You have to hand it to Gilbert Arenas: the man knows how to create a 48-hour news cycle out of pretty much nothing. It's now been more than two days since his 10-word throwaway comment to writers (aka non-teammates, the people most affected by a "distraction") about "eventually" moving on from the Wizards (which ohbytheway, he clarified here), and the sports news cycle has already gotten going. You have people speculating about whether Gilbert is depressed, about whether John Wall was drafted simply to replace Arenas and more.
It's also enough to get Michael Wilbon to actually write something about local sports. Normally, due to all his national obligations, Wilbon only pops in to write about something local when there's a really pressing issue. Apparently, 10 words is enough to make something a really pressing issue, so Wilbon filed this column in today's Washington Post.
Wilbon's earth-shattering revelation? The Wizards should trade Gilbert Arenas.
I believe Arenas can be a productive player in the NBA again . . . just not here in Washington.
Team owner Ted Leonsis and President Ernie Grunfeld should continue doing what they're doing, saying nice things about Arenas and how they want him here . . . all the while trying to trade him to anybody that will take him.
Because it's Wilbon, the column will be consumed by many and seen as the kind of thing that causes a sea change in Arenas' public perception. Indeed, already one TV host has called his take "spot on." And I suppose he's not wrong, per se, because surely Arenas' contract and history is not something a franchise wants associated with their rebuilding team in a perfect world. I'm one of Arenas' biggest backers, and even I know that.
But at the same time, this isn't particularly insightful. Wilbon's basic point is that the Wizards should trade Arenas as soon as possible, but he's reached that conclusion far later than the people that matter. The organization already realizes that they probably need to trade Gilbert Arenas. The only people whose minds have changed based on one week of this silliness are ones who were too naive to realize this.
It's one thing to want to trade Arenas; it's another to actually do it. The real issue now is that nobody wants Arenas, not that the organization is insistent on keeping him around. Wilbon compares this situation to the Juwan Howard one in 2001, when the Wizards somehow found a taker for Howard's massive contract. But Howard had only two more years left on his huge deal at the time; Arenas has three after this year. Howard was also traded in midseason, and didn't have a felony gun charge hanging on his head. He also didn't get traded with a lockout that promises to bring smaller player salaries looming, and had at least managed to stay healthy in the three years prior to being dealt.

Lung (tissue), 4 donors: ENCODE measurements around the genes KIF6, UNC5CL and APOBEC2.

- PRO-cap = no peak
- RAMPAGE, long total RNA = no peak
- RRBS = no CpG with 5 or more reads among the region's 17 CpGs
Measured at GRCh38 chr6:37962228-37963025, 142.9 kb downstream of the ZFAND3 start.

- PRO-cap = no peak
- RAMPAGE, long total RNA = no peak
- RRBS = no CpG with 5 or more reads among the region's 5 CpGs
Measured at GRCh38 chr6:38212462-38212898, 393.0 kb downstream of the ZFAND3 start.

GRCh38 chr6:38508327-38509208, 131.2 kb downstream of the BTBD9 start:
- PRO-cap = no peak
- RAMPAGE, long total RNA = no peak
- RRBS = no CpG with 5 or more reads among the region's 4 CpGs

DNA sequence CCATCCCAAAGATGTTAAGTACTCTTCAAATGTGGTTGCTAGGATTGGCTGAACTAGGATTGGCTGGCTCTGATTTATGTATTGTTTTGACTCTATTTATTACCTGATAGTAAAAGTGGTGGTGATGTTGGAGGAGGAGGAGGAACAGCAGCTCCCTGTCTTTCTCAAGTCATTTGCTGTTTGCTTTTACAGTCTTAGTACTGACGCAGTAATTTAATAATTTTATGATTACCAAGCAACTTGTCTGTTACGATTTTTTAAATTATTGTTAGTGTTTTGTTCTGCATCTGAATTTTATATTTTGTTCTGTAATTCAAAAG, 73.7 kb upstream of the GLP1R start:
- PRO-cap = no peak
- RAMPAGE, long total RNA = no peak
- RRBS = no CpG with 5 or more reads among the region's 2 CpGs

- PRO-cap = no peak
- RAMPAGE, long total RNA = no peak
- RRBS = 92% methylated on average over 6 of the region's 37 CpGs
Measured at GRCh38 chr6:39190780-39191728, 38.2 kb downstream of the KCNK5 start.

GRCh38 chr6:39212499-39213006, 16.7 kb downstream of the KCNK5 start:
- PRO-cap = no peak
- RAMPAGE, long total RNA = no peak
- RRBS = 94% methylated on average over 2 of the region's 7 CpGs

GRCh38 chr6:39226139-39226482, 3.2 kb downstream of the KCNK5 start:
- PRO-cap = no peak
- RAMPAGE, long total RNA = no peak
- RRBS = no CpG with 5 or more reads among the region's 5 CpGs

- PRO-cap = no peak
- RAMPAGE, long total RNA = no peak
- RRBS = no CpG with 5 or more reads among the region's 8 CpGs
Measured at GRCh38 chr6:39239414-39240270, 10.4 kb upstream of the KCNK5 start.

There's simply not a general manager alive -- current or retired -- that is willing to trade for Gilbert Arenas right now. To shrug this aside is to incite a firestorm for no good reason (which, to be fair, a lot of columnists like to do anyway). Wilbon suggests the Wizards should trade Arenas for 50 cents on the dollar. Right now, no team is willing to offer even half a penny on the dollar.
So the only choice is to play Arenas, deal with all these mini-distractions-that-aren't-really-distractions, and hope he builds his value up enough to find a taker. It's kind of ridiculous when Brendan Haywood of all people has the best take on this.
"If you look at it, he's probably the most untradeable player on the team. If he's playing well and playing up to the level that we all know he can, management is not going to want to trade him. If he's not playing well, who's going to trade for him? You got the knee issue. You got the gun issue and then you got the amount that he's making. He's got a very hard contract to trade. But it doesn't shock me that he's still there. I think it makes sense that he's still there."
No disrespect to Haywood, but as an athlete that plays for another team, he shouldn't have more perspective and nuance that some of the best writers in the country.